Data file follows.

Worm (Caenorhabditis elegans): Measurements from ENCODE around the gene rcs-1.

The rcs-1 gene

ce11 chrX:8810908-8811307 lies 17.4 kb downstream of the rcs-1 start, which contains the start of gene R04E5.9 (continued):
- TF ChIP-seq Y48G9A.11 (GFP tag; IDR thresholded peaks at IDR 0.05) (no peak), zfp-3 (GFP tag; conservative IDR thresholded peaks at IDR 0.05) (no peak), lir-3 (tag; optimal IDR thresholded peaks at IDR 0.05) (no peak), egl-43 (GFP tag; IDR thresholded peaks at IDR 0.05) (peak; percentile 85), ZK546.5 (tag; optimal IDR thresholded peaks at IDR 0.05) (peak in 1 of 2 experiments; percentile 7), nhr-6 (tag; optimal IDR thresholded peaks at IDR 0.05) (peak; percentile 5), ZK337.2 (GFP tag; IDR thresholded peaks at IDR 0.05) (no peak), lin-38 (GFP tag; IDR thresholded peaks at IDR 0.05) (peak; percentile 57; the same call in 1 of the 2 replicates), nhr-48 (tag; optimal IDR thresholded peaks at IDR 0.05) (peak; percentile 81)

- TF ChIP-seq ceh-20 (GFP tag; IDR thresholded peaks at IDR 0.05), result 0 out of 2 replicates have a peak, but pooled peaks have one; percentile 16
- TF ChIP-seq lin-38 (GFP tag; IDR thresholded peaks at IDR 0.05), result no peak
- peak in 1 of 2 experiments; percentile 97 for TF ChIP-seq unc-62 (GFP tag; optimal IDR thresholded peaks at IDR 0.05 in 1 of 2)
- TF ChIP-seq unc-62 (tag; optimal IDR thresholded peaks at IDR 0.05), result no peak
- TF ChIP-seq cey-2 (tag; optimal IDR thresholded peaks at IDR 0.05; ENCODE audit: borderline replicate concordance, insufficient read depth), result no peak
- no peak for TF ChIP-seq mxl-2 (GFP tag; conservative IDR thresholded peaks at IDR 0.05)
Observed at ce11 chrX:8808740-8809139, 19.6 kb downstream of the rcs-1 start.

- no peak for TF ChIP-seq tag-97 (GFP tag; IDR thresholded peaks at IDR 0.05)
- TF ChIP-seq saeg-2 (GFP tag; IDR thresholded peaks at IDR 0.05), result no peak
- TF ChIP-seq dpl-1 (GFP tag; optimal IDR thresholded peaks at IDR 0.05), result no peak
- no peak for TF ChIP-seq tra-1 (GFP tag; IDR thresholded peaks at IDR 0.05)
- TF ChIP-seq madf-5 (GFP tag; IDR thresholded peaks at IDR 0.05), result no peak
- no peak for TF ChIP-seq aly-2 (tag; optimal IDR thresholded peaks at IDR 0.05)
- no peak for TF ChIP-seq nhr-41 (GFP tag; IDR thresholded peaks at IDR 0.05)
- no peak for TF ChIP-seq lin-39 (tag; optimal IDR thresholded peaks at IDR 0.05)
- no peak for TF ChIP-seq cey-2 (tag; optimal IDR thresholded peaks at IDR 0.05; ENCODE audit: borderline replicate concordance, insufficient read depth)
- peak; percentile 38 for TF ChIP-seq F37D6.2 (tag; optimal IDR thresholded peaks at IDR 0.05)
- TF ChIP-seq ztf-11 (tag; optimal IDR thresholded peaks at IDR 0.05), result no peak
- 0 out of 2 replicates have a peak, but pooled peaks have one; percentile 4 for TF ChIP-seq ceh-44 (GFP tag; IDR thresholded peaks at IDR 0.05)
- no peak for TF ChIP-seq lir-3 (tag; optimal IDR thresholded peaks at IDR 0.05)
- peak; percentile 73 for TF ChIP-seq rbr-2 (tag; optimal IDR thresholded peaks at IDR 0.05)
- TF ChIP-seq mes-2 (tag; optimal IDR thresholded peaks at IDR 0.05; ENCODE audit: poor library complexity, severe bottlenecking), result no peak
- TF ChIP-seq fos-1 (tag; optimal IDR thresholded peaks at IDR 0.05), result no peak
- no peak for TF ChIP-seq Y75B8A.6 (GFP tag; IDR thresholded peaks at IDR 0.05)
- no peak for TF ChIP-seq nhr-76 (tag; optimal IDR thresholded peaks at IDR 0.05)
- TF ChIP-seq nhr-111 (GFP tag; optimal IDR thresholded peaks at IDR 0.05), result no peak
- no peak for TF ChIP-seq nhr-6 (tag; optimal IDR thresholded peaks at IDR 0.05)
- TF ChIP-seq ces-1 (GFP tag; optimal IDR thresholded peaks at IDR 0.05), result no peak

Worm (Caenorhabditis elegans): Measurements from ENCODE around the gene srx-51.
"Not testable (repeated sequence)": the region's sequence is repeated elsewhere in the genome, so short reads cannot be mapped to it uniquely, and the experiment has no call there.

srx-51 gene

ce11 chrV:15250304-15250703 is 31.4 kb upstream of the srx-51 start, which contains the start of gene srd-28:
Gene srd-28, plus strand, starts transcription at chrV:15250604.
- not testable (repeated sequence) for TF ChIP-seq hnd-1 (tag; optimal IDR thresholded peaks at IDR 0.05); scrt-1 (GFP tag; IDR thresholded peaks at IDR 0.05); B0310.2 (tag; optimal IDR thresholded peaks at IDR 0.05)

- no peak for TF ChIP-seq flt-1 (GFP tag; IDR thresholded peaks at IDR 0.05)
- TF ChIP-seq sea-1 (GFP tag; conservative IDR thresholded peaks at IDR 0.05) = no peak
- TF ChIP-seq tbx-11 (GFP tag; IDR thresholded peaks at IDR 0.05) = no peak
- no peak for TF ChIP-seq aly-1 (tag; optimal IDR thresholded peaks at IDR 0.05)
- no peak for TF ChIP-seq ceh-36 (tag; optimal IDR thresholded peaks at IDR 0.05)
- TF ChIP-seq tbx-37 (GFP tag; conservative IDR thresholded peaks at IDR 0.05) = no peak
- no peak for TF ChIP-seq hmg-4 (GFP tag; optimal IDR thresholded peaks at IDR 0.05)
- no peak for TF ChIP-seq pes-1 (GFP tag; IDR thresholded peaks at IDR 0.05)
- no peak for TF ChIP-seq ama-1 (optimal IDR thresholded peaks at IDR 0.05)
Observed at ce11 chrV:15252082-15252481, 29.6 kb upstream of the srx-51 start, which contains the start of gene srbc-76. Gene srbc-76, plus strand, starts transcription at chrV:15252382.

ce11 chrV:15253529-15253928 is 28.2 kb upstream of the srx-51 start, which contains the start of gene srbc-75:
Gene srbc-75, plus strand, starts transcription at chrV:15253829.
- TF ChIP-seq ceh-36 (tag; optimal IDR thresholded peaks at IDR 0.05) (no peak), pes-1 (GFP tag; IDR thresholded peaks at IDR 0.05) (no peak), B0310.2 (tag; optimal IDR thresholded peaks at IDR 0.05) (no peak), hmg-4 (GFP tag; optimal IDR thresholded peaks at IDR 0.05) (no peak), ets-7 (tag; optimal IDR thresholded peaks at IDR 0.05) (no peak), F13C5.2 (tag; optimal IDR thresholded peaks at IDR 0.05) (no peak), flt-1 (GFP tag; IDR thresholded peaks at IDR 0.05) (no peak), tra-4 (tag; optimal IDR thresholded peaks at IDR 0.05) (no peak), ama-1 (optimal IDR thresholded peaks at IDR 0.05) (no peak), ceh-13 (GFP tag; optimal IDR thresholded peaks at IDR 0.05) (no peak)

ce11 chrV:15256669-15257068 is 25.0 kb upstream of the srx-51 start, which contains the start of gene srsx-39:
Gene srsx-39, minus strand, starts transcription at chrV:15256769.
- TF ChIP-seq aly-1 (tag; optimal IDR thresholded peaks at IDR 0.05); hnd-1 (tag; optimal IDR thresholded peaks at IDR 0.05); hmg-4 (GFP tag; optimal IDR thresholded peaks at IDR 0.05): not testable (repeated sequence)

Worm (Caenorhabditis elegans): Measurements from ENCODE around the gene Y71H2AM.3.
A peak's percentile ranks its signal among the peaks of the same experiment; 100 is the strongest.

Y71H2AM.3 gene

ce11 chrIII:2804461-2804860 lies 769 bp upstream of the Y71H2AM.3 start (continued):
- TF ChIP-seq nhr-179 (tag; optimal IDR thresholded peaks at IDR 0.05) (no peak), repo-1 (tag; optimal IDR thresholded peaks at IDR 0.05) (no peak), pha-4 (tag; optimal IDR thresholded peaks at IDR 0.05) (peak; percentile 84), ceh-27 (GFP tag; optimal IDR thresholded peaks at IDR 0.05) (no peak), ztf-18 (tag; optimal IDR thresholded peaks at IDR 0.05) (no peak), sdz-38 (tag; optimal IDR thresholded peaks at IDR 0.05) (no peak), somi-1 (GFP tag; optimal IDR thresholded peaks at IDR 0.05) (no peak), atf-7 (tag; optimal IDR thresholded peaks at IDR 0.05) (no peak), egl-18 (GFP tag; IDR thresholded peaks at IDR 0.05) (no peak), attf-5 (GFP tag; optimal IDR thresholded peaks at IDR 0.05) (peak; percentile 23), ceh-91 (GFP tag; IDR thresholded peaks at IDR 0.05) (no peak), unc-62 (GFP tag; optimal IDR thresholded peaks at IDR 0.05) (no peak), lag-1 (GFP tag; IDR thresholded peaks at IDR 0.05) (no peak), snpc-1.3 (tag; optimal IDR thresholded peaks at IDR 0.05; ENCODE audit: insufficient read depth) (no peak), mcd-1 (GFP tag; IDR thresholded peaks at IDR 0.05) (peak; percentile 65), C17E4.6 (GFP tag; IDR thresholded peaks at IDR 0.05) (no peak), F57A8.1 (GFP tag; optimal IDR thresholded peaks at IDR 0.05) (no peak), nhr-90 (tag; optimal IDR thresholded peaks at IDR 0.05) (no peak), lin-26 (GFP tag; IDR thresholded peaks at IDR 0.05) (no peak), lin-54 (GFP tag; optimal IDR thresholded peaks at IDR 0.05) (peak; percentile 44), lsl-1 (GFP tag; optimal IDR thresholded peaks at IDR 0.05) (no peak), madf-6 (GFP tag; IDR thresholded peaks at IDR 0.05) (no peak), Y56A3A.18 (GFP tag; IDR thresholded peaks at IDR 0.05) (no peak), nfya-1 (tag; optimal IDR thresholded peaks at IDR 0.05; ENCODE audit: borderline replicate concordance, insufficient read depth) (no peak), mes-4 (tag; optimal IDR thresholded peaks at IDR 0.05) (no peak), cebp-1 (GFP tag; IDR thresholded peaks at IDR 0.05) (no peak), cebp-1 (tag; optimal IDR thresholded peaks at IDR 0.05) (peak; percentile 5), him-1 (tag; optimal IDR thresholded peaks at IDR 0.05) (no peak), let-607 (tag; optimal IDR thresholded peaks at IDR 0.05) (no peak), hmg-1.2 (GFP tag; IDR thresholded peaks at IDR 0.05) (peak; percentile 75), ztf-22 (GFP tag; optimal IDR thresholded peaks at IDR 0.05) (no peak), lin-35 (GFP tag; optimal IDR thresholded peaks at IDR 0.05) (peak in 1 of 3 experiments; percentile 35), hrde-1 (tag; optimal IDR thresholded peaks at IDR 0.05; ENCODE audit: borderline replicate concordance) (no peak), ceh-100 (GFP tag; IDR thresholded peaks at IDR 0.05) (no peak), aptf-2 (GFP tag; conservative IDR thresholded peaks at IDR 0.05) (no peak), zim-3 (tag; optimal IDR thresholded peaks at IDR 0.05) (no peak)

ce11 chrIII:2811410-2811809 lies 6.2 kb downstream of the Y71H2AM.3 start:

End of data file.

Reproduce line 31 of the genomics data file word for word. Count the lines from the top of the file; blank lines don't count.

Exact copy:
- no peak for TF ChIP-seq nhr-6 (tag; optimal IDR thresholded peaks at IDR 0.05)